You can see Ewan on the far left in red and white. You can also see Egan Bernal with the yellow jersey in the center of the screen capture. He's about to come in 29th in the stage, but, more importantly, he's about to make history as the first Colombian to win the general classification at the Tour de France. Before getting to Bernal, check out how our prediction fared today.
- Stage 21: 3h 04' 08", 3h 06' 05" (prediction), 01' 57" slow (1.06% error)
We've done well on the last stage in the past, and I'm thrilled with today's result. Ewan's average speed is given below.
- Stage 21: 11.59 m/s (41.71 kph or 25.92 mph)
The ceremonial aspects of the stage make it a challenge to model. Just after the stage commenced, Egan Bernal had a wonderful moment with Julian Alaphilippe (click on image for a larger view).
And it wasn't long afterwards that Bernal partook of the tradition of drinking champagne (click on image for a larger view).
Bernal won the Tour de France with a time of 82h 57' 00". Given the two shortened stages in the Alps, the total distance came to 3365.8 km (2091.4 mi). I'd have to bike from my office at the University of Lynchburg to Yellowstone National Park to match that distance. What I couldn't possibly do is bike that distance in a three-week period while averaging 40.58 kph (25.21 mph) in the saddle!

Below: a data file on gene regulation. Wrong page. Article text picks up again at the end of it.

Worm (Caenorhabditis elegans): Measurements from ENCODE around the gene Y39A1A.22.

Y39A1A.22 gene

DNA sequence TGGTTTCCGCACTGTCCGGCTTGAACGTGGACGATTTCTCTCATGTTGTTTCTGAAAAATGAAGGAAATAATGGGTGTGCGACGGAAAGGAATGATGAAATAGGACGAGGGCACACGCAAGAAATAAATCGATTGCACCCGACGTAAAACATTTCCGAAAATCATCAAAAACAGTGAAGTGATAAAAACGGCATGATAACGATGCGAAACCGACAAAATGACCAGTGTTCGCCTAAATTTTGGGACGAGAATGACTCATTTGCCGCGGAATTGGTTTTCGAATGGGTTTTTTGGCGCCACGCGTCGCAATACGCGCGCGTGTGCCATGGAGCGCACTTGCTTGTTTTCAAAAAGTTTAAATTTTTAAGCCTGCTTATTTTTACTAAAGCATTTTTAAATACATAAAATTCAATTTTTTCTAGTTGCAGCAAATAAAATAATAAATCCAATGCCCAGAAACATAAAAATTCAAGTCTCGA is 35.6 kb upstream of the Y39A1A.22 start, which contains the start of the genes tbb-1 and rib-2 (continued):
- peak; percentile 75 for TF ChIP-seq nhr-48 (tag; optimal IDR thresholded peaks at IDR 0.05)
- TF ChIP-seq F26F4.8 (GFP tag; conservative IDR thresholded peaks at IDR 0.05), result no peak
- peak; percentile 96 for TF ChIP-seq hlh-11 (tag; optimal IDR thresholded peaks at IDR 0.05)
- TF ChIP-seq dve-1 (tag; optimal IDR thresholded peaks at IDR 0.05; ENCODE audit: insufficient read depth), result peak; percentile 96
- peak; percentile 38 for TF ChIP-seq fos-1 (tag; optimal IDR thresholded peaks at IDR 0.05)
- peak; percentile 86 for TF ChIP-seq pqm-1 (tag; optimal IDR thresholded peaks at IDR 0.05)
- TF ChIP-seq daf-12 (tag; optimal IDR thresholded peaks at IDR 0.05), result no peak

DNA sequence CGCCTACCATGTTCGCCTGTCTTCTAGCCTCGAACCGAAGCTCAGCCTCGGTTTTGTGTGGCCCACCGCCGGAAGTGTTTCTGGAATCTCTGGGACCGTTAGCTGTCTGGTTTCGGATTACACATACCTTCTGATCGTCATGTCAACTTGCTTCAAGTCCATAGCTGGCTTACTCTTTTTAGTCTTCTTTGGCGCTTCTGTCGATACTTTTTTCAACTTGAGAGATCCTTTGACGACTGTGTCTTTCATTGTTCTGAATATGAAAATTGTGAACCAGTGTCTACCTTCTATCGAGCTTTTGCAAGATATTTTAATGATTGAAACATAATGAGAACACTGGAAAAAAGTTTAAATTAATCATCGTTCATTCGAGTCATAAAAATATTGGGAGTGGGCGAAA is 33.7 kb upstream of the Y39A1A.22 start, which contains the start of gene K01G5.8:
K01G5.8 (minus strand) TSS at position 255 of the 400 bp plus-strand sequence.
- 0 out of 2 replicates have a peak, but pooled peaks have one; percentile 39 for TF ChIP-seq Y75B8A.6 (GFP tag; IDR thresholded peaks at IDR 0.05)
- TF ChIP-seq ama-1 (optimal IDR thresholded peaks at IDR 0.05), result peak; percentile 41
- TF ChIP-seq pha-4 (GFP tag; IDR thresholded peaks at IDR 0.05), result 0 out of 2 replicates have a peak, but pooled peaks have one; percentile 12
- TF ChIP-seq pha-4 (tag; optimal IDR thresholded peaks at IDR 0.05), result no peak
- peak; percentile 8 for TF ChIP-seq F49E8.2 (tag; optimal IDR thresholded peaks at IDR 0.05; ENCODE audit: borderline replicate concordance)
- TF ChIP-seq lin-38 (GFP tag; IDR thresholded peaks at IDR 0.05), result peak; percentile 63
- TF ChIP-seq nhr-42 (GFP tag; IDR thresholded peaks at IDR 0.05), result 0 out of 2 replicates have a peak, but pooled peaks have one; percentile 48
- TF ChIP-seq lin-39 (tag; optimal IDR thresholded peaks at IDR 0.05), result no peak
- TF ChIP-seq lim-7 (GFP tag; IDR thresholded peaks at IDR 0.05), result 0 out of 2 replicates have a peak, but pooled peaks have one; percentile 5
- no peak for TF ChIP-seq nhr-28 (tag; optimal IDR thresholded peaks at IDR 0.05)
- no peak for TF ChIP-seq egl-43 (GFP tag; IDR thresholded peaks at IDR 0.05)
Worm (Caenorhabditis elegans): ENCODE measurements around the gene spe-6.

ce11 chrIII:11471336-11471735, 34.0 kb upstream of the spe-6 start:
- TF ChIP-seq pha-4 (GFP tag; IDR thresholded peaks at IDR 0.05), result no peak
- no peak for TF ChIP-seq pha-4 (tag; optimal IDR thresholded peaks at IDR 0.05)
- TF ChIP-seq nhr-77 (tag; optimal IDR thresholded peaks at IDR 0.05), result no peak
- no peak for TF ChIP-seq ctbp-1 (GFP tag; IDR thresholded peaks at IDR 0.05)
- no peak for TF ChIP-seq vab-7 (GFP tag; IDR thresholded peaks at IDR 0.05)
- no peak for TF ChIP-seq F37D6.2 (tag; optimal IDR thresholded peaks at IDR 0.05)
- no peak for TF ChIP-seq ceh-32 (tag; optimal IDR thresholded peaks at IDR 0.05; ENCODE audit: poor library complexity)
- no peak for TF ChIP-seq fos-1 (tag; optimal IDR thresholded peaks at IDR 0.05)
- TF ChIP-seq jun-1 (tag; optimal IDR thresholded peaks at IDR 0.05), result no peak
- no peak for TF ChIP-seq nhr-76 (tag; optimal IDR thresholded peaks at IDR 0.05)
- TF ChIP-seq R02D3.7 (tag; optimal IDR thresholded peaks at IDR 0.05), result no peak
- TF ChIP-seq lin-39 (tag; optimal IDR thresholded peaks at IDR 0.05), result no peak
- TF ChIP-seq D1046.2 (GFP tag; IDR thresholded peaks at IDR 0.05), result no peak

The post-race ceremony was moving to say the least. Julian Alaphilippe most definitely deserved the most combative prize. It was a joy to watch Alaphilippe over the past three weeks. He made France very proud. Peter Sagan won his record seventh green jersey. Romain Bardet recovered from a rocky start to win the polka dot jersey. Besides the yellow jersey, Bernal won the white jersey -- and he's eligible to win it for three more years. Check out the jersey winners (click on image for a larger view).
Bernal's muli-language speech on the podium was beautiful. He stood with teammate Geraint Thomas, who came in second, and Steven Kruijswijk, who came in third (click on image for a larger view).
Can Bernal win another Tour de France? At just 22 years old, he certainly appears to have a bright future!
Posting predictions on my blog has always added to the fun of watching the Tour de France for me. I thank two of my research students, Carl Pilat and Noah Baumgartner, who both did excellent work this summer. The real work always comes after the Tour de France ends when post-race analysis begins. Stage 7 was our one really bad prediction. Of the 20 stages we could predict, we hit 14 of them to better than 6%, including eight of them to better than 3%. I'm on holiday beginning tomorrow. I'll likely write one more Tour de France blog post after my return.